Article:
Treason – Whoever, owing allegiance to the United States, levies war against themCorruption, World news Thursday, March 8th, 2012
The Constitution of the United States Article One Section 8 – Powers of Congress: The Congress shall have power to declare War. Only the United States Congress is empowered by the Constitution to make the rules of engagement for the United States military.
The War Powers Resolution of 1973 (50 U.S.C. 1541-1548) is a federal law intended to check the power of the President in committing the United States to an armed conflict without the consent of Congress. The resolution was adopted in the form of a United States Congress joint resolution; this provides that the President can send U.S. armed forces into action abroad only by authorization of Congress or in case of “a national emergency created by attack upon the United States, its territories or possessions, or its armed forces.”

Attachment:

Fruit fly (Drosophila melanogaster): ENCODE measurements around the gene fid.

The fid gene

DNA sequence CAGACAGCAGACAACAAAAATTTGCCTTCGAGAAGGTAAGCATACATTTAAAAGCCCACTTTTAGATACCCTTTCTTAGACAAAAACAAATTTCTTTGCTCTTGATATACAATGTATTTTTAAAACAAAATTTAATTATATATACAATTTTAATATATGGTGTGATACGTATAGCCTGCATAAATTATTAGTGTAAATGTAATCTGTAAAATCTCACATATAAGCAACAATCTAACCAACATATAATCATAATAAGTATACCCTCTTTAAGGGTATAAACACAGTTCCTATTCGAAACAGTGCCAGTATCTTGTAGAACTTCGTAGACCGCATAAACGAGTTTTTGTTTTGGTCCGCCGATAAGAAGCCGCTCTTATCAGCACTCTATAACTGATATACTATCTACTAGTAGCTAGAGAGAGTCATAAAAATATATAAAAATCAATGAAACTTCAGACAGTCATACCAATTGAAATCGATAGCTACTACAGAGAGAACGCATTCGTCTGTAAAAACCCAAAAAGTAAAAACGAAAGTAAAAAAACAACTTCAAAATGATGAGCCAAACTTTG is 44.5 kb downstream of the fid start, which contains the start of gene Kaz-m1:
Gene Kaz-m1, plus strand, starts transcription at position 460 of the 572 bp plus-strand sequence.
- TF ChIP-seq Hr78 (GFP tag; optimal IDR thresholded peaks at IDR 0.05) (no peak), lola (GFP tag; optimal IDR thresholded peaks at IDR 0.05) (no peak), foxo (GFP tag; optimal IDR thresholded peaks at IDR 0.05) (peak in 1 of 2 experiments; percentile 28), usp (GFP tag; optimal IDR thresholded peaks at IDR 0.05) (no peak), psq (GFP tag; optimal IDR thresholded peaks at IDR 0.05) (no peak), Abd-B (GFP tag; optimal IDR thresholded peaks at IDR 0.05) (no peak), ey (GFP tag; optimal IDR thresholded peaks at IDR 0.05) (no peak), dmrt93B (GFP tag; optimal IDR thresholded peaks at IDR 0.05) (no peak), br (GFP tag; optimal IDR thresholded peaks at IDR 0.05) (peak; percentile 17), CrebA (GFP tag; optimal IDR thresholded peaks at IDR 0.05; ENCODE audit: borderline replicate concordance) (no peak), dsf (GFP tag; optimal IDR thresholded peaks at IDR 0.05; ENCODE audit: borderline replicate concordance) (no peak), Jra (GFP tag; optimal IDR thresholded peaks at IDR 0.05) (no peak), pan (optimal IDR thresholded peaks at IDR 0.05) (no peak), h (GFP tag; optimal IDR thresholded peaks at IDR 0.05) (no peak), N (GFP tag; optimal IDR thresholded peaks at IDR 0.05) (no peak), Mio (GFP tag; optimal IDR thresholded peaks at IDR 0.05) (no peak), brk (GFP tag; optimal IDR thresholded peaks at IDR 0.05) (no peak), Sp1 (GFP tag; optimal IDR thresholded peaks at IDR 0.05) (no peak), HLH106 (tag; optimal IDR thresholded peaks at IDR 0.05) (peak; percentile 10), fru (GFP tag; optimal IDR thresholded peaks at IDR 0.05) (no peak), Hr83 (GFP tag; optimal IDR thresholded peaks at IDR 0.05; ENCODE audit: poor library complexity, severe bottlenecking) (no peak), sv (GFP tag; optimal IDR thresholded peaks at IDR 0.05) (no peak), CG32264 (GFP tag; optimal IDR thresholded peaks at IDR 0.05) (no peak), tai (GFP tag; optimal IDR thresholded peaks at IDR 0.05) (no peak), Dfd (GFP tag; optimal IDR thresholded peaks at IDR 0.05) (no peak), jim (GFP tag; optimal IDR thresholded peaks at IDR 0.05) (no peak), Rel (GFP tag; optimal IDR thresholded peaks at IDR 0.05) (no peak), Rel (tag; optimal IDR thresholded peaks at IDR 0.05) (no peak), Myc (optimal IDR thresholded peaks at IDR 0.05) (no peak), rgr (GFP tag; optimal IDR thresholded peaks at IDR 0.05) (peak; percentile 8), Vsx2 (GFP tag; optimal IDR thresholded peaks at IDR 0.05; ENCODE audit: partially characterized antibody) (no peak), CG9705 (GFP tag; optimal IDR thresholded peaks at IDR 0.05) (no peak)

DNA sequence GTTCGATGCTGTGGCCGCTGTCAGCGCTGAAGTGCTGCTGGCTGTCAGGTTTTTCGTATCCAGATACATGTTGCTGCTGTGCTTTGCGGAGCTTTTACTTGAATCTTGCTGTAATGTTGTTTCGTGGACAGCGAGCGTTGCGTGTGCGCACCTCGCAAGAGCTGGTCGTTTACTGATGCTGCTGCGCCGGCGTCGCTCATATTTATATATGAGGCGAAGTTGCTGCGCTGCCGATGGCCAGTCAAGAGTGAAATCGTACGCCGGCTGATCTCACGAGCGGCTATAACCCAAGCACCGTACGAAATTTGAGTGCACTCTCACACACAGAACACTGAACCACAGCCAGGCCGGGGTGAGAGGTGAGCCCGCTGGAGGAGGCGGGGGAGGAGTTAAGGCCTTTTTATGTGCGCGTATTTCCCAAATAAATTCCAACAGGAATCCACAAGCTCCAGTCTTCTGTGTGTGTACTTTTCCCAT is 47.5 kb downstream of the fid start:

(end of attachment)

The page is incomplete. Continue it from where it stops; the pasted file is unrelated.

The resolution was passed by two-thirds of Congress, overriding a presidential veto.
The War Powers Resolution and the Constitution of the United States were both violated by President Clinton in 1999, during the bombing campaign in Kosovo, and again by President Obama in 2011, when he did not seek nor was granted congressional approval for attack on Libya.
Clinton, Obama, Defense Secretary Leon Panetta and Joint Chiefs of Staff Chairman Gen. Martin Dempsey have all indicated that “international permission,” rather than Congressional approval, provided a ‘legal basis’ for military action by the United States.
This is treason. US Code Title 18 Part 1 Chapter 115 § 2381 – Treason
Whoever, owing allegiance to the United States, levies war against them or adheres to their enemies, giving them aid and comfort within the United States or elsewhere, is guilty of treason and shall suffer death, or shall be imprisoned not less than five years and fined under this title but not less than $10,000; and shall be incapable of holding any office under the United States.
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